Saturday, November 10, 2012

You’re Late, But I Swear I’m Not Being Rude About It

Certain English words have an inherently nasty sound, often because their multisyllabic, Latin origins give them the ring of a clinical term for something impolite. I’d wager that for this reason, words such as gesticulate, fallaciousmasticate amd testaceous have all been rejected by public speakers in favor of a more wholesome-sounding synonyms. Here’s one that’s new to me, much in the vein of a previous word of the week, the Betty Draper-appropriate iracund.
cunctation (kungk-TAY-shun) — noun: a delay; tardiness.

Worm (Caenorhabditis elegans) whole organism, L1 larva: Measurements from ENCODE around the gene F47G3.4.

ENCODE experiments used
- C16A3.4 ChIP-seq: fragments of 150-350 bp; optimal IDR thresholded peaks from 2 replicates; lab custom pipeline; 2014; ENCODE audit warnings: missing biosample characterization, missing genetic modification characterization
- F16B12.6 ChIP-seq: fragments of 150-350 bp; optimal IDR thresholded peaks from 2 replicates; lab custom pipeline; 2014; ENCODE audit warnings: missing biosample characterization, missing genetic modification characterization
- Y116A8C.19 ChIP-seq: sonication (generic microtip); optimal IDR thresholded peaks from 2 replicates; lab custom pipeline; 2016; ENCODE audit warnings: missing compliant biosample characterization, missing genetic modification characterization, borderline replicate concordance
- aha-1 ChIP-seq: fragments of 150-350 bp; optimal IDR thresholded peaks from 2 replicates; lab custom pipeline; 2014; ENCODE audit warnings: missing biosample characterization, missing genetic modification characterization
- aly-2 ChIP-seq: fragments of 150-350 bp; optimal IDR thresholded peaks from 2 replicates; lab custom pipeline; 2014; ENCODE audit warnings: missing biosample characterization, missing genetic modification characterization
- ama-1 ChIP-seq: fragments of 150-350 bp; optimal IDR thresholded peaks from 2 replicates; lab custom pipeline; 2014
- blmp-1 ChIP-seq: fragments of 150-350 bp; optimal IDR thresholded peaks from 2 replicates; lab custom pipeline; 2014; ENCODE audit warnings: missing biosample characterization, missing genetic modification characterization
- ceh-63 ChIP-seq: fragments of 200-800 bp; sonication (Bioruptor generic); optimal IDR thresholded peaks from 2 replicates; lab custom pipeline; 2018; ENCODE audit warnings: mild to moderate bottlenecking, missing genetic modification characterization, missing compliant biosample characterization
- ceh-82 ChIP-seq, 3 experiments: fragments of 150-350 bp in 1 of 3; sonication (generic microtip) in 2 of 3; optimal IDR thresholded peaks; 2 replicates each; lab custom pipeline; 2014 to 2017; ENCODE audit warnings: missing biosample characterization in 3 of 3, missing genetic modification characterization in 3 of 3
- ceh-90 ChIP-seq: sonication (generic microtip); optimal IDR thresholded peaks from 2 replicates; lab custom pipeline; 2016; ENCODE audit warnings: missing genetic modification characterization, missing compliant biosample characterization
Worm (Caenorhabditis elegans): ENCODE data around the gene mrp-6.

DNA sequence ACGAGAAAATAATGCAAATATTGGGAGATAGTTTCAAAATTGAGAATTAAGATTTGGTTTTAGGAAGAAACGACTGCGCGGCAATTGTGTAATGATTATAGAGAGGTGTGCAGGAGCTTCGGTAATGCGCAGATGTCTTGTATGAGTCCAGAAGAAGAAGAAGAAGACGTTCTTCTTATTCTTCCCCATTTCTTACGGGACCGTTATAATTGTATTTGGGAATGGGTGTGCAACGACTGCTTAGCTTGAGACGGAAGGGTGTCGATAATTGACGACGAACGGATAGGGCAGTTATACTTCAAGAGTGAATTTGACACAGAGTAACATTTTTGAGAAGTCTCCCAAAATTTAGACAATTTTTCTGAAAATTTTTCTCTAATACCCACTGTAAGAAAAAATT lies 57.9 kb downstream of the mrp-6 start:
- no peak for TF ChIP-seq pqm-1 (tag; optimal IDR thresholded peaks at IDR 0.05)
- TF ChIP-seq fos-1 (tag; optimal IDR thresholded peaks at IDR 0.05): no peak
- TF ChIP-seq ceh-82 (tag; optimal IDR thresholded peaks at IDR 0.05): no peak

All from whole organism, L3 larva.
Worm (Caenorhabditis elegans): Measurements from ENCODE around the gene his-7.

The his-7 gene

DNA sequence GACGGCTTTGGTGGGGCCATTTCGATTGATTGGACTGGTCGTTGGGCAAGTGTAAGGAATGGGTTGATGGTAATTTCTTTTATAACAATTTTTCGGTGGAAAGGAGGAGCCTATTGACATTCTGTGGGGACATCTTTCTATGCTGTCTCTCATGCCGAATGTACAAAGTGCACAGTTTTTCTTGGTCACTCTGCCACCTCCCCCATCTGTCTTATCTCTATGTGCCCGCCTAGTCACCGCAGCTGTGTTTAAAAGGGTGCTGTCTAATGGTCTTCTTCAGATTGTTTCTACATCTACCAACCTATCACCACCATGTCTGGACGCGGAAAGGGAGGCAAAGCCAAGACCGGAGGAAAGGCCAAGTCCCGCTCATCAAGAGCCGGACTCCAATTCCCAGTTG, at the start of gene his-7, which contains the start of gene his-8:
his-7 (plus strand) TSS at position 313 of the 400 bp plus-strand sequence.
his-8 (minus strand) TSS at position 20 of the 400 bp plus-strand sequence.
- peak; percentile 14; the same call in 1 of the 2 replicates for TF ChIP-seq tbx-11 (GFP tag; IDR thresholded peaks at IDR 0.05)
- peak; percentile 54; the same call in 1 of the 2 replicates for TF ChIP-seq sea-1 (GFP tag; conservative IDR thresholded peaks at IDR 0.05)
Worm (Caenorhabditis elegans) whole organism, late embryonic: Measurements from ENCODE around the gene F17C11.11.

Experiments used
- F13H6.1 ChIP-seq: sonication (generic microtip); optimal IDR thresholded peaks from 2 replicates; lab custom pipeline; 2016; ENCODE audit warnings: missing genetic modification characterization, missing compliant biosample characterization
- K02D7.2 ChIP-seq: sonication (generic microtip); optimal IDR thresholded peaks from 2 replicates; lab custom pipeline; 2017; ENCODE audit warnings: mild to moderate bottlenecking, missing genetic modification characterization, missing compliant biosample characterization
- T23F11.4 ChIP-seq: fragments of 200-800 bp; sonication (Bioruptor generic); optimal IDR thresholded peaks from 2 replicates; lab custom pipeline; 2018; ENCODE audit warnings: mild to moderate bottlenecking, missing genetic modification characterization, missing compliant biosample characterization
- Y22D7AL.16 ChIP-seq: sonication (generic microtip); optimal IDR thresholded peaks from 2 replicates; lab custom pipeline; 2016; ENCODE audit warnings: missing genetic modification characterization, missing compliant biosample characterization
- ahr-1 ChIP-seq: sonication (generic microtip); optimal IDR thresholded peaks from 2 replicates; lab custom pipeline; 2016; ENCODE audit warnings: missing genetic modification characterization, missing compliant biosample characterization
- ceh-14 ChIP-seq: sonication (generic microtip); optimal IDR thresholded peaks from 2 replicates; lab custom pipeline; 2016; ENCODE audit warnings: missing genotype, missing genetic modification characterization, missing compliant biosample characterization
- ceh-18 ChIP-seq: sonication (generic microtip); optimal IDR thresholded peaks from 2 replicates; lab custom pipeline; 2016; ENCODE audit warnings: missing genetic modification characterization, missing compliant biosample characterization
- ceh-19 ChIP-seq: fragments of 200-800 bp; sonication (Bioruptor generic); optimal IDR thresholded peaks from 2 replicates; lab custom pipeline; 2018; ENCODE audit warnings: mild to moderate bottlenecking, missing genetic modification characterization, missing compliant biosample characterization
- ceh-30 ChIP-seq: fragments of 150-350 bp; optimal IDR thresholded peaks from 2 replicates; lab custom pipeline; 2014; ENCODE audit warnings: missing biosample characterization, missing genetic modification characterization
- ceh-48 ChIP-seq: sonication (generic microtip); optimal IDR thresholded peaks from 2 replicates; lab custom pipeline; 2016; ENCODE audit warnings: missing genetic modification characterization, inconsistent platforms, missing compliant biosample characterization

Can’t you imagine accusing someone of chronic cunctation and getting a more hostile reaction that the word merits? I can. Or is that a memory? It’s hard to say when you’re slapped so hard.

I wonder if the rather unfriendly sound of cunctation has prevented it from becoming a commonly used, easily recognized word. Hell, it lost out to tardiness. The word only sounds worse as you trace it back. It comes from a Latin verb whose infinitive form, unfortunately, is cunctor. The first person single present form, cuncto, can be translated as either “I delay,” “I hesitate” or “I dawdle” but not “I use the word that makes the woman hit me.”

Previous words of the week after the jump.

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